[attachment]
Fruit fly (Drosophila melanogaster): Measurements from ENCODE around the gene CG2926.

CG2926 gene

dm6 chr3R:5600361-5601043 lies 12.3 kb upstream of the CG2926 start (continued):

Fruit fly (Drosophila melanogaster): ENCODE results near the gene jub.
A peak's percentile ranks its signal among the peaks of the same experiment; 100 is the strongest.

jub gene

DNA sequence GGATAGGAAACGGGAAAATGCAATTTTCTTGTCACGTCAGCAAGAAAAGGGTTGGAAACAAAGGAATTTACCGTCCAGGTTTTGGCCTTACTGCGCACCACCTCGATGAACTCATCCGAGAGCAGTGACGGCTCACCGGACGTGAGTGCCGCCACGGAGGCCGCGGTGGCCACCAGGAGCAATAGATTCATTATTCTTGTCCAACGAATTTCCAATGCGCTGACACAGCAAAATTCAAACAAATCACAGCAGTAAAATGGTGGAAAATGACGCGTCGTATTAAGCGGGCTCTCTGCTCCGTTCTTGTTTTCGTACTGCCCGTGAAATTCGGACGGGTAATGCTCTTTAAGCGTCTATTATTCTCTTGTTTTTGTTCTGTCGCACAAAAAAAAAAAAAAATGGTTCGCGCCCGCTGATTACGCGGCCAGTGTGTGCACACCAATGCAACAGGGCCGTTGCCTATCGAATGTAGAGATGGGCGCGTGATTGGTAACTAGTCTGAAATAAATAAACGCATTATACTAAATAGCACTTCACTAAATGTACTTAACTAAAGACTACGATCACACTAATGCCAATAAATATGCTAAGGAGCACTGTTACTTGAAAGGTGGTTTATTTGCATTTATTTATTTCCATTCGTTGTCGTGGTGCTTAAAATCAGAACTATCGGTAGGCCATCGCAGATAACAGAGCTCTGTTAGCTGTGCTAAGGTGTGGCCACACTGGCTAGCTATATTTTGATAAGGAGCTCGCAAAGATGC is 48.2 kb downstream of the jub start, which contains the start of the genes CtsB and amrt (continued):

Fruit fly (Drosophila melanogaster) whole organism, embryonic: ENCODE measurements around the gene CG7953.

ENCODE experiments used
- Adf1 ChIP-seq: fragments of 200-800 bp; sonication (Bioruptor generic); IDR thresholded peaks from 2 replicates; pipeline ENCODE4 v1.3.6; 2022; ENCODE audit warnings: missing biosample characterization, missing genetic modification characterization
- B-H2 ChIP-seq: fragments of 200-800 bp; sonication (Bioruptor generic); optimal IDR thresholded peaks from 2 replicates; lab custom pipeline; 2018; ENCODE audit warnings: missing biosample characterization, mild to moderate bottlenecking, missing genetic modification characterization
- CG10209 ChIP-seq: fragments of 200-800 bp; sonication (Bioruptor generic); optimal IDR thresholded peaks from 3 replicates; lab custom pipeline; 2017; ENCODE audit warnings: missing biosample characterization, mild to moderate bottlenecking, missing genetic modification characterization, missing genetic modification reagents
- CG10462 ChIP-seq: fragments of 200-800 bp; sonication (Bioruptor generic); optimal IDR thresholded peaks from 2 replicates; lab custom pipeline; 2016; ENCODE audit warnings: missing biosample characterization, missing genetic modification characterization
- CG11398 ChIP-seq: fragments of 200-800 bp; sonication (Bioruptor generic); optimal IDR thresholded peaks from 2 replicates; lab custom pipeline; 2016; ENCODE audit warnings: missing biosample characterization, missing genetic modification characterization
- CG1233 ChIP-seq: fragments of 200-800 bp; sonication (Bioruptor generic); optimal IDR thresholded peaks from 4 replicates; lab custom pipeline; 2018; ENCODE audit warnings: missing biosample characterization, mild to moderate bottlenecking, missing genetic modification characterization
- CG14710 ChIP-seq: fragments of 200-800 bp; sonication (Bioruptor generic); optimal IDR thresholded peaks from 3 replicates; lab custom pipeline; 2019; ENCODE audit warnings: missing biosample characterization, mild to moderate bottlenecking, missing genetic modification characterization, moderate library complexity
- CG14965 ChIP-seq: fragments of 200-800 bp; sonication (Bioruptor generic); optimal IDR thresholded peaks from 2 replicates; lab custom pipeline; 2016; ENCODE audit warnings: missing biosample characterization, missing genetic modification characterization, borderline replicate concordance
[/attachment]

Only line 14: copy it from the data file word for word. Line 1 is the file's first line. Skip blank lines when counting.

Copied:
- CG11398 ChIP-seq: fragments of 200-800 bp; sonication (Bioruptor generic); optimal IDR thresholded peaks from 2 replicates; lab custom pipeline; 2016; ENCODE audit warnings: missing biosample characterization, missing genetic modification characterization